I must admit that when I was asked to review these two exhibitions for Counsel magazine, I was both apprehensive and a little sceptical of what they might involve. I have thoroughly enjoyed and appreciated the variety of projects, particularly online, that have celebrated this important anniversary in the role of women in law, but found it difficult to imagine how an exhibition on such a topic could work. My greatest fear was that it would either be too brash and forced or a little too dull to invoke any real feeling or public engagement.

I am glad to say I was sorely mistaken on both fronts, when I took the opportunity to visit the sister exhibits at the Middle Temple and the Royal Courts of Justice (RCJ).

The RCJ exhibition largely consists of freestanding banners presented throughout its stunning and opulent foyer. Each of these displays contains information regarding the progress of notable trailblazers who were instrumental in breaking the glass ceiling in pursuit of access for women into the legal profession. The banners are striking; a notable mix of black and white imagery of a variety of important female legal minds, etched on to a striking red border summarising key dates and developments. They stand proudly in the centre of the courts’ grand entrance such that every advocate and ardent tourist must pass through them.

The display certainly stands out and made its point admirably, yet there was a part of me that wondered whether it felt a little too transient. The banners themselves are rather similar to corporate banners used by law firms and the readily moveable nature of the display, whilst entirely understandable on a practical level, made the exhibition feel a bit too ‘pop-up’ for me, rather than a key celebration of a pivotal anniversary.

In contrast, the Honourable Society of the Middle Temple has taken, what feels like, a more permanent approach to its display. Mounted in clear, modern frames on the walls of its iconic 16th century hall, under the dazzling double vaulted ceilings, are large portraits of female Middle Templars, recognised for their contribution to the advancement of women in the profession. The portraits are of a size significant enough to stand out amongst the copious Middle Temple artwork, but curated with absolute ease into the historic decor and crests that adorn the walls of the Great Hall. I have to admit that something about the manner in which this exhibition was curated and how the images of these pioneering women seamlessly integrate with the tradition that permeates Middle Temple Hall, was particularly inspiring. There could have been a real risk that the images simply faded in the face of the priceless and decadent artefacts contained within the Hall, but somehow the exhibition has been fashioned in a manner where that does not happen.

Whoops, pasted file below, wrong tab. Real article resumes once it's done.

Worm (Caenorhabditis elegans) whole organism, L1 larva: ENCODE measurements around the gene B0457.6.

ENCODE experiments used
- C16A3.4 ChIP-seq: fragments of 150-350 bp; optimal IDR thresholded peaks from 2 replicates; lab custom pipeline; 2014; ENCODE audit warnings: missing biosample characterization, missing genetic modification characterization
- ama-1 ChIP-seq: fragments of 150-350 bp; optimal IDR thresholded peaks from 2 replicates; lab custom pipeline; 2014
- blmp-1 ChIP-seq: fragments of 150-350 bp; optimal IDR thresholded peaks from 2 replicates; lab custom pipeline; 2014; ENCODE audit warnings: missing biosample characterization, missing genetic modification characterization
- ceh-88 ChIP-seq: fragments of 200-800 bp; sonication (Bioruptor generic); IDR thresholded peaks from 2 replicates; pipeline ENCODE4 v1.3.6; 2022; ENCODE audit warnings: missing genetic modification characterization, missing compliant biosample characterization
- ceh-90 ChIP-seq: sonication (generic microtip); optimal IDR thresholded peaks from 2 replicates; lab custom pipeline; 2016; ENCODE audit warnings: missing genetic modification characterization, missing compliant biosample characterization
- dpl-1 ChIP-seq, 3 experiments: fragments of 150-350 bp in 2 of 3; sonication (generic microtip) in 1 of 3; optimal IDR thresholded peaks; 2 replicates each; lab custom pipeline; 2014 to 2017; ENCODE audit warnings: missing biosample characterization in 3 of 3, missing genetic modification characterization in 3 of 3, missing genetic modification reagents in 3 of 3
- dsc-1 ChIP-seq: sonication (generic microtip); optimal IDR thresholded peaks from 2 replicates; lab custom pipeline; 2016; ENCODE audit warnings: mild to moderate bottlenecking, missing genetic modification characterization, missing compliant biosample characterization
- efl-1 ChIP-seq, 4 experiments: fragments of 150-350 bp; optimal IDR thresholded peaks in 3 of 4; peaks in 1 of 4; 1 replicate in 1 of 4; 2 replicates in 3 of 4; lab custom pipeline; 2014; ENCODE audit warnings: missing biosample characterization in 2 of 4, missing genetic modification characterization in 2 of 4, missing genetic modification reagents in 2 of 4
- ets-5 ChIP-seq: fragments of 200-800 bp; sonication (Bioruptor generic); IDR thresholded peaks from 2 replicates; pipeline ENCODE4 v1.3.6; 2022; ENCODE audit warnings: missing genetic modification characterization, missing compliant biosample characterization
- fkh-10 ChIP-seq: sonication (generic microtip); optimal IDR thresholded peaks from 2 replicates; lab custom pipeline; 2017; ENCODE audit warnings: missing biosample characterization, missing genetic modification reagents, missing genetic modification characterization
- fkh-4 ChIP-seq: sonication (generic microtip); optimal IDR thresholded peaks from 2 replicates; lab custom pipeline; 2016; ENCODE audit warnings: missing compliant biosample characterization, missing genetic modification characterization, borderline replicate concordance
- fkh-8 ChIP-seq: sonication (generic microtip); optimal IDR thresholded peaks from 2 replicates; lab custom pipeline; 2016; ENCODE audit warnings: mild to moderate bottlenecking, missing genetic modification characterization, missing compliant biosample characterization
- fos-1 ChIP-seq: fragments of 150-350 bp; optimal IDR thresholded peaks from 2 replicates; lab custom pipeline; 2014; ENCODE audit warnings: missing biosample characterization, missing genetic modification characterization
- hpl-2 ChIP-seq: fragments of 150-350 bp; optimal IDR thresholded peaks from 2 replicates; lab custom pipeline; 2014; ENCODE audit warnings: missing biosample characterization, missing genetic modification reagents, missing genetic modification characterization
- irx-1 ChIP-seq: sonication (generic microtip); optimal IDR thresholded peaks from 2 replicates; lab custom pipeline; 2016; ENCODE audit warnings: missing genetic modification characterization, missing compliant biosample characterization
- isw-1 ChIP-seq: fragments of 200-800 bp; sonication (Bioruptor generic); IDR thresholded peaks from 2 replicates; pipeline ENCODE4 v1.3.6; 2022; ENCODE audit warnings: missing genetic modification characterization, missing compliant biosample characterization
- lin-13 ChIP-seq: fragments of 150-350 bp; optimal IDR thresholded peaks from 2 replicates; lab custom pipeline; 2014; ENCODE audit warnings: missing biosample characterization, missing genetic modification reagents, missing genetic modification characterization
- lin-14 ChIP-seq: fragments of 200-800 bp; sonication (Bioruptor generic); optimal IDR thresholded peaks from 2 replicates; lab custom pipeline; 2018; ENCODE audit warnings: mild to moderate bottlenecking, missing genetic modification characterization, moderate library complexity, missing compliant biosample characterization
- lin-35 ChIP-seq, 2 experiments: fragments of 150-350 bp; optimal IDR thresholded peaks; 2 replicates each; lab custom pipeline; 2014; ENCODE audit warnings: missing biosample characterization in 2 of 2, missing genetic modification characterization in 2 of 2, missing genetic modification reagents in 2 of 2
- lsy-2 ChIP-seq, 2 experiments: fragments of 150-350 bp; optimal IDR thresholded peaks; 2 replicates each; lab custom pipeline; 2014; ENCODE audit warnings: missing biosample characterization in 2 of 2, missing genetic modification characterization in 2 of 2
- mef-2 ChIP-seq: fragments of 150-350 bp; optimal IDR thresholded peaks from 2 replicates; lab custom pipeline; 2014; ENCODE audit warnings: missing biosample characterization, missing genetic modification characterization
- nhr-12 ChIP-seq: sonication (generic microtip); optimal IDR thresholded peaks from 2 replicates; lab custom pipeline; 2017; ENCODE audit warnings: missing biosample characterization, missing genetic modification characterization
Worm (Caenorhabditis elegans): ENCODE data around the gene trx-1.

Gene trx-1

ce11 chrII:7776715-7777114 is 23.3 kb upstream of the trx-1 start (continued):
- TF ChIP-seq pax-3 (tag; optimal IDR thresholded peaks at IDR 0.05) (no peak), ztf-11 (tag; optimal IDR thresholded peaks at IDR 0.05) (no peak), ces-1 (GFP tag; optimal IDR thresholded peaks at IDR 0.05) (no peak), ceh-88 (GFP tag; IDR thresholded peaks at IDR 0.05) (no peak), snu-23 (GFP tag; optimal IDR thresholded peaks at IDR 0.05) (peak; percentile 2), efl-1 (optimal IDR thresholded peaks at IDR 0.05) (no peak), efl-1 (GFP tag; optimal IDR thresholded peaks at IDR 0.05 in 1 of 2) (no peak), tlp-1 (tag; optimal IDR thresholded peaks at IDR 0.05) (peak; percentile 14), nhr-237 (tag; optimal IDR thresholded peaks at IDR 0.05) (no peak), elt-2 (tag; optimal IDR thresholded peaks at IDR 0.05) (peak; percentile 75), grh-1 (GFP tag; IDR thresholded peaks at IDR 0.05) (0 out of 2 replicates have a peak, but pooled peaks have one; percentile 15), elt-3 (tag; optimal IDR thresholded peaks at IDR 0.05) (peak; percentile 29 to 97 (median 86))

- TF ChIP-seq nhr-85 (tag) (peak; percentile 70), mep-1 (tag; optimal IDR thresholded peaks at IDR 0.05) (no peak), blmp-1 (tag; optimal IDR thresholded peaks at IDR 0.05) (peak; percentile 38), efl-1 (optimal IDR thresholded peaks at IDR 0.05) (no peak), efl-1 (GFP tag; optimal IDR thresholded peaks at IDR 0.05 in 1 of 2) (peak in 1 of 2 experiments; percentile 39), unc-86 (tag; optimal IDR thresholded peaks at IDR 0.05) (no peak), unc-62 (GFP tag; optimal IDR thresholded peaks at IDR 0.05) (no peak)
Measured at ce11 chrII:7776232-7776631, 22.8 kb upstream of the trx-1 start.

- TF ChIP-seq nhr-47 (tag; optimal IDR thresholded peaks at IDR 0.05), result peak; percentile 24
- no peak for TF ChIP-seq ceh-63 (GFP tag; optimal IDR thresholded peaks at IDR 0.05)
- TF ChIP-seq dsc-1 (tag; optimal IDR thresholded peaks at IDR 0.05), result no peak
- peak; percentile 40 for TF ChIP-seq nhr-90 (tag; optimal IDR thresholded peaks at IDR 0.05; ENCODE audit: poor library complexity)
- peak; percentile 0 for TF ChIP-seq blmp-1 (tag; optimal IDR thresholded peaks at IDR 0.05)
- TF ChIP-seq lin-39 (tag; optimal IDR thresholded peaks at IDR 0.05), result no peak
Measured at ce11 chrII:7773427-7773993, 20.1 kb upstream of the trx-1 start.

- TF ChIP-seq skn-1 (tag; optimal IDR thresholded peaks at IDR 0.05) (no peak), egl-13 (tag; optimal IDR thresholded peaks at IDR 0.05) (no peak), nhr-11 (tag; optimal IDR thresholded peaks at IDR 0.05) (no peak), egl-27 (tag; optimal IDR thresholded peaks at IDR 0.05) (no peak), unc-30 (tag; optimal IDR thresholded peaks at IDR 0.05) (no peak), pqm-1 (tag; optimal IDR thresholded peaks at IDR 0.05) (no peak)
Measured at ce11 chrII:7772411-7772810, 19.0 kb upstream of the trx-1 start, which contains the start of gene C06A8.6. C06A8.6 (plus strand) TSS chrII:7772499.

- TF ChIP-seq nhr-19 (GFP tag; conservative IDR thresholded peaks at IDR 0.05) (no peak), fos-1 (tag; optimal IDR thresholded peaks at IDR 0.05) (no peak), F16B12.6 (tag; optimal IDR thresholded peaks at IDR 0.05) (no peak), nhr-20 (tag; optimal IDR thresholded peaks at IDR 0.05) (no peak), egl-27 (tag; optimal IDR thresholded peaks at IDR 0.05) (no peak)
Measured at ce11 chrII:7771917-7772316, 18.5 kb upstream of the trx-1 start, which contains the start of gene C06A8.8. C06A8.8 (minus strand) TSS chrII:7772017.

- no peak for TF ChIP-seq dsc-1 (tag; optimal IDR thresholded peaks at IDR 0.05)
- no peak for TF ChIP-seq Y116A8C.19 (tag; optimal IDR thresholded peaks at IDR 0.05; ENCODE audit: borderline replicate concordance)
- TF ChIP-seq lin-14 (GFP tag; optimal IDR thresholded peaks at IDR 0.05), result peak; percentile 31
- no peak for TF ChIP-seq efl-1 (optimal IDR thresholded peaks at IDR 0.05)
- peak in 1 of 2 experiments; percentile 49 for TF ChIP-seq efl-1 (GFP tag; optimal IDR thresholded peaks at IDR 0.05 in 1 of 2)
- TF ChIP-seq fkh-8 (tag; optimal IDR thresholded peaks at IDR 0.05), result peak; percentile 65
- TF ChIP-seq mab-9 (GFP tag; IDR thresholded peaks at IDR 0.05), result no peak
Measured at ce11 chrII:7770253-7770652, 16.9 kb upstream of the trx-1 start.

In contrast to the RCJ, however, the exhibition itself is largely confined to the walls of Middle Temple Hall. An interactive panel just outside the entrance doors provides extra information on each trailblazer featured in the portraits and other noteworthy women. Whereas the RCJ exhibition was set in the grand foyer, ensuring prime attention and focus, the Middle Temple exhibition is perhaps reserved for those interested enough to traverse the edges of the Hall with that particular purpose in mind.

All that being said, both of these exhibitions really do serve to display, in a very real-world manner, the achievements and importance of this centenary anniversary. Whilst the online attention has been vast for this project, there is something quite grounding and unmistakably real in seeing these individuals commemorated and celebrated in the exact hallowed halls and courts to which they fought for the right for all women to have access. The victory is almost tangible when one gazes upon their portraits and likenesses emblazoned across exhibitions of this kind. I, for one, would not object at all to the exhibition within the RCJ, which seems ideal for transferring, to make its away across the larger court centres of England and Wales. It seems only fitting for these ground-breaking women and their deeds to be displayed not only in London but throughout the jurisdiction of their achievements. ●

  • Banners detailing key milestones from each decade of women in law in the 20th century were displayed in the foyer of the RCJ (pictured right) to mark the progress that was made by many female trailblazers who helped to pave the way for other women to enter the legal profession since the 1910s. It ran until 27 September and returns for an Open House event before Christmas.
  • Middle Temple’s exhibition (pictured on p 43) celebrating the century of women in law was curated by Master Rosalind Wright CB QC, former Director of the Serious Fraud Office. It begins with Helena Normanton, who was the first woman to be admitted to an Inn of Court (Middle Temple, 17 November 1922) and among the first to practise as a barrister in England and Wales. The exhibition is on show in Middle Temple Hall until 31 January 2020.

Whilst the online attention has been vast for this project, there is something quite grounding and unmistakably real in seeing these individuals commemorated and celebrated in the exact hallowed halls which they fought for the right for all women to have access to.

  • A new book, First:100 Years of Women in the Law, marks the centenary of the 1919 Sex Disqualification (Removal) Act. Funded by all of the legal profession’s professional bodies, the book by Lucinda Acland and Katie Broomfield for the ground-breaking First 100 Years Project explores the stories of the pioneers, reformers and influencers who paved the way. It is illustrated throughout with photographs, archive material, anecdotes and quotations from a wide variety of sources, drawing on material produced and collected by First 100 Years (Scala Arts & Heritage Publishers, November 2019).